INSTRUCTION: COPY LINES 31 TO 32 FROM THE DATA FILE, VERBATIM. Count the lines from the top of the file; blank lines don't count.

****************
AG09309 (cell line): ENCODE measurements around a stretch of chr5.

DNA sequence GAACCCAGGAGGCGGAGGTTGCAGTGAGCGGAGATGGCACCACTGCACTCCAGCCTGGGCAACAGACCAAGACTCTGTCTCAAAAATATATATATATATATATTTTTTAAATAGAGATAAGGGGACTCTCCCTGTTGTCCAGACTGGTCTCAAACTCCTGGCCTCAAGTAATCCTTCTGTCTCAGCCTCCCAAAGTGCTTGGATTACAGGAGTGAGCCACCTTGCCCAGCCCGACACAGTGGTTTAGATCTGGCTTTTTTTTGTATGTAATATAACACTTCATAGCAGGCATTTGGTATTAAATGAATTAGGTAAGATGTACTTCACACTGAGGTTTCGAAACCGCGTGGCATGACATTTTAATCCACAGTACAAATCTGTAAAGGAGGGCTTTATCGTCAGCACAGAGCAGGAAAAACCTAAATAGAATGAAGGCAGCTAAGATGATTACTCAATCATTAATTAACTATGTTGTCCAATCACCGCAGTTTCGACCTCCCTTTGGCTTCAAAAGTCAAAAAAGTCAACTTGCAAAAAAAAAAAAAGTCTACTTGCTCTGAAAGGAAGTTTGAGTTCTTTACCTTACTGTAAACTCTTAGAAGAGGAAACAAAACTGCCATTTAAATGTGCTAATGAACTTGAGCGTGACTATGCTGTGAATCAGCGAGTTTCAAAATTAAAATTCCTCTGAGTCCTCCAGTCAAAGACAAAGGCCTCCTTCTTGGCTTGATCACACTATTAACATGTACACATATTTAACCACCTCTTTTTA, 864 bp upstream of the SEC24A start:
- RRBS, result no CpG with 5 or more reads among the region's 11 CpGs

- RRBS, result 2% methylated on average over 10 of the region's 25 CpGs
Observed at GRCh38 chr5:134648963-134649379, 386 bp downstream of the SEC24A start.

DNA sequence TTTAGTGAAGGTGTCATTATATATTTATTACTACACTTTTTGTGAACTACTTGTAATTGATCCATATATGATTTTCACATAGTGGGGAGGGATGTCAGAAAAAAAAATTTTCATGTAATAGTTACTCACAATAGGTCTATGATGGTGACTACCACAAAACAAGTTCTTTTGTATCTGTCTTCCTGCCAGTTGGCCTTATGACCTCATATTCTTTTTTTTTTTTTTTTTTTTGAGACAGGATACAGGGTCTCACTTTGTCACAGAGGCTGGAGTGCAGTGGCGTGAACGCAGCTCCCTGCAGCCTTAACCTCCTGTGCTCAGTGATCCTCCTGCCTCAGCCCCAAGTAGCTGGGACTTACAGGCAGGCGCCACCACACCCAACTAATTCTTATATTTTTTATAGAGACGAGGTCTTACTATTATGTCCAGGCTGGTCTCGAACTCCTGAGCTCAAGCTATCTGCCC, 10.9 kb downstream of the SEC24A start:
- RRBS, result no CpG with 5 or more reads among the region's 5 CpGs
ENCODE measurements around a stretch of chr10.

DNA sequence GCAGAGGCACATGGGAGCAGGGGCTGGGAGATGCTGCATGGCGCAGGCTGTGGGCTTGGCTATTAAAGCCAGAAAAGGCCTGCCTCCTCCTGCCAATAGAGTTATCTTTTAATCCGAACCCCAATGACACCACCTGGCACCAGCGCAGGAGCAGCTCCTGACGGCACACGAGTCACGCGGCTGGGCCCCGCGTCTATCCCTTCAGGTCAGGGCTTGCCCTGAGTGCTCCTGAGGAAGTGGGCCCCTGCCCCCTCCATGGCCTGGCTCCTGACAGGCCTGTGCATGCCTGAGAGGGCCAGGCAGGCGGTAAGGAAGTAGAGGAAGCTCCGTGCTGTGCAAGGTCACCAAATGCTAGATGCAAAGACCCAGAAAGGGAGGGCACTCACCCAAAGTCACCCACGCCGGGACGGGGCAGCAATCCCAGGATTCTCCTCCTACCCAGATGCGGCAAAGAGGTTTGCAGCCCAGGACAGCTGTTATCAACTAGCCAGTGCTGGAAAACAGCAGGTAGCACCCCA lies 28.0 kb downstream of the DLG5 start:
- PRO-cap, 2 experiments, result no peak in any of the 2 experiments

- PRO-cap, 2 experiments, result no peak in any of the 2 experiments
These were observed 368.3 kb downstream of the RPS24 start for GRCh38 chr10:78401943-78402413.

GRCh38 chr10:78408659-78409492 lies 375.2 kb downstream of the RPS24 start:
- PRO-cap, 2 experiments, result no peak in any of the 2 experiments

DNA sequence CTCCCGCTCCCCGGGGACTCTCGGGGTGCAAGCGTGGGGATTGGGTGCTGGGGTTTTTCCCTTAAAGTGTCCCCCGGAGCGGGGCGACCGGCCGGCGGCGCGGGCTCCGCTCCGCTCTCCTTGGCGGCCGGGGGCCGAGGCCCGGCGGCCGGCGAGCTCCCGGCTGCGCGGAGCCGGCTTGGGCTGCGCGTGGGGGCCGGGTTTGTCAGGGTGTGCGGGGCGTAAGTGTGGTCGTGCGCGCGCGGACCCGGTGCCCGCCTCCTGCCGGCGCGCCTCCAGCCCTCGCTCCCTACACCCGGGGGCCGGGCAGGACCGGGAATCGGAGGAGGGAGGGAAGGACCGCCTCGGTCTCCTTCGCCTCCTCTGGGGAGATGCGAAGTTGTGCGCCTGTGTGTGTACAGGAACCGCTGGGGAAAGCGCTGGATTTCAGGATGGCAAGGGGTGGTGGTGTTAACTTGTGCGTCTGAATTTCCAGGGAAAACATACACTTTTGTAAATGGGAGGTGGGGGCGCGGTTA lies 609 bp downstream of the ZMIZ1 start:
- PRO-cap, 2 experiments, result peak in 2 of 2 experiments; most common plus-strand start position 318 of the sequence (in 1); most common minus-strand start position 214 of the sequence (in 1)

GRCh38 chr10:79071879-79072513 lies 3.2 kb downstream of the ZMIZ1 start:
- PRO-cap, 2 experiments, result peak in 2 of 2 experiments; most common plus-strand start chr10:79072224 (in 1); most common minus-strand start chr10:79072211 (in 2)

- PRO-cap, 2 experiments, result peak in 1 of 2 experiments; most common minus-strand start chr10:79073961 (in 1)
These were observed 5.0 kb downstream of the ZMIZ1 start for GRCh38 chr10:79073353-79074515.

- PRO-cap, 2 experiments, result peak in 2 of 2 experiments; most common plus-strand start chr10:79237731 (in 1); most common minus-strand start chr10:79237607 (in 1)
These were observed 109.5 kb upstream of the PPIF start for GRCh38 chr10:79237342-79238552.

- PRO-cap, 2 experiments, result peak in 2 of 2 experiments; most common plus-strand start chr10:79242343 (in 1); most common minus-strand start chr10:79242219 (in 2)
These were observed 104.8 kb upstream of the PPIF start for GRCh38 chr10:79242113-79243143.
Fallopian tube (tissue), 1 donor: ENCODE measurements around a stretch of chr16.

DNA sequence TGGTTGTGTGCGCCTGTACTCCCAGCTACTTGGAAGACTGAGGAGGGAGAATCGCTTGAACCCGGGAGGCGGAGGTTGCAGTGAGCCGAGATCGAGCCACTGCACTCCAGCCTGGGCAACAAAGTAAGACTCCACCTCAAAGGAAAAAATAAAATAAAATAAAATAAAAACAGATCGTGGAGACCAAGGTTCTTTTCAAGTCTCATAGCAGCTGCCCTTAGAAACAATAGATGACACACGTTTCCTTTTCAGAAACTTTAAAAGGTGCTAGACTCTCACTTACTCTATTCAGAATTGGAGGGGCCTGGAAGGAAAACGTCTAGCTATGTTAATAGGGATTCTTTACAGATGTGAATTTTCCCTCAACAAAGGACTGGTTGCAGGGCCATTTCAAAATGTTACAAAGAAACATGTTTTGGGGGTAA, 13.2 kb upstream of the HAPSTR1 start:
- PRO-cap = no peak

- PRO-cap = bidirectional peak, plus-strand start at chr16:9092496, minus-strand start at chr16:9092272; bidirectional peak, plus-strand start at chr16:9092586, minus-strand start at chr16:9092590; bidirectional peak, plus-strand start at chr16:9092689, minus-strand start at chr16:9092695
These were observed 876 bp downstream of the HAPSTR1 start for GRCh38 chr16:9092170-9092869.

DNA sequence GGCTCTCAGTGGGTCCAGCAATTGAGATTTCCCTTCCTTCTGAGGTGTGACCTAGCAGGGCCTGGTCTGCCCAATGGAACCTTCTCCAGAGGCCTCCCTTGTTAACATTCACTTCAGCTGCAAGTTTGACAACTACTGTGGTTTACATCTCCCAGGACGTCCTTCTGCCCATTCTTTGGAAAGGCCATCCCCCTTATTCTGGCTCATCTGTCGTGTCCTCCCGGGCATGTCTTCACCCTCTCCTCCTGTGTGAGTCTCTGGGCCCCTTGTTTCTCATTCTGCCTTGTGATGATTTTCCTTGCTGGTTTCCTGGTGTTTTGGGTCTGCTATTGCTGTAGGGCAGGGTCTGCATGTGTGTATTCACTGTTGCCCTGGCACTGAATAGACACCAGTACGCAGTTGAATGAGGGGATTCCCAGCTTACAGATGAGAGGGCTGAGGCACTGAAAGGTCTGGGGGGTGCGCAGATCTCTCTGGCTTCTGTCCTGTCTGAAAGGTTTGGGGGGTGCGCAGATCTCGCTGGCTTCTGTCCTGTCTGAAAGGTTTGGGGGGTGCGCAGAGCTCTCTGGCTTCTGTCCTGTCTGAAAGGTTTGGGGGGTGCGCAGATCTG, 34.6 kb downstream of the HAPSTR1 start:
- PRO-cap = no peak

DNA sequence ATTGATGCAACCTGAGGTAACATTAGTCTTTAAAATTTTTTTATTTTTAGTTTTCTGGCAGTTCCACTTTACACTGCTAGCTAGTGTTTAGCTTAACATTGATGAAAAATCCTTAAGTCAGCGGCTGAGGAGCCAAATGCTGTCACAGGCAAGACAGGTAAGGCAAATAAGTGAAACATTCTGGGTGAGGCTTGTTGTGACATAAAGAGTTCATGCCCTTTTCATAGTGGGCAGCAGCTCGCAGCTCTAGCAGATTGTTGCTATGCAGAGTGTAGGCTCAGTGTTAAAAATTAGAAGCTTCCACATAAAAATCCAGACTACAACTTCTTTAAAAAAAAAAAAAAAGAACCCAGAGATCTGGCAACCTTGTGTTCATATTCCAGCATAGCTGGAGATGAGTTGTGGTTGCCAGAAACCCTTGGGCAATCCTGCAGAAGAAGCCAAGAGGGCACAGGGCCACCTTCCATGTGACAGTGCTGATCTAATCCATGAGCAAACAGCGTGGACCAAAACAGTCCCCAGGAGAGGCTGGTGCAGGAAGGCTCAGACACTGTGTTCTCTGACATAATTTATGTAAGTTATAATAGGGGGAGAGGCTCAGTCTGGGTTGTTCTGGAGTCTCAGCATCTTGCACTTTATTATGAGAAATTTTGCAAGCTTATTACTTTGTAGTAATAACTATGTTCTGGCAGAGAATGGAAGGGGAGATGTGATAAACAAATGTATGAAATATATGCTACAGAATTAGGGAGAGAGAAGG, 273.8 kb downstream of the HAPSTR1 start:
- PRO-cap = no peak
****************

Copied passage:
- PRO-cap = no peak

DNA sequence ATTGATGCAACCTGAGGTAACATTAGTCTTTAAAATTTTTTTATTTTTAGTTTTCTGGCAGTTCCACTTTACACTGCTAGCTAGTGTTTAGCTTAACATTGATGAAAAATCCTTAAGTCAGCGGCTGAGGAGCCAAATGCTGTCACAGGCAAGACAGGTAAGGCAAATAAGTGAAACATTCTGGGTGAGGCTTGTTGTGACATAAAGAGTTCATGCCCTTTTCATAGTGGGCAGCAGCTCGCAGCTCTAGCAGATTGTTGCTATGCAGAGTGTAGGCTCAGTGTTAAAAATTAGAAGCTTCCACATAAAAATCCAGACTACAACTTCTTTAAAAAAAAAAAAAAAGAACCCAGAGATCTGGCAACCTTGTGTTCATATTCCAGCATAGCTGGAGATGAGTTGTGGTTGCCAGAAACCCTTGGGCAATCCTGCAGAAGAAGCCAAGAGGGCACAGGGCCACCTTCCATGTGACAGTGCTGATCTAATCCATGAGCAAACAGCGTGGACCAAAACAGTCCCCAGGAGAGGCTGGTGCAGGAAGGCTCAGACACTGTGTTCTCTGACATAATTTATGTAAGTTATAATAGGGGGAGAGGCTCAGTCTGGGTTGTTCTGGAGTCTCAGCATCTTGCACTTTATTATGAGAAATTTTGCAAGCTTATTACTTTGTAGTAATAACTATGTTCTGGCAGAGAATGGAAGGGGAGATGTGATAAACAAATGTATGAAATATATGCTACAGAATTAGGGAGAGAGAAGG, 273.8 kb downstream of the HAPSTR1 start: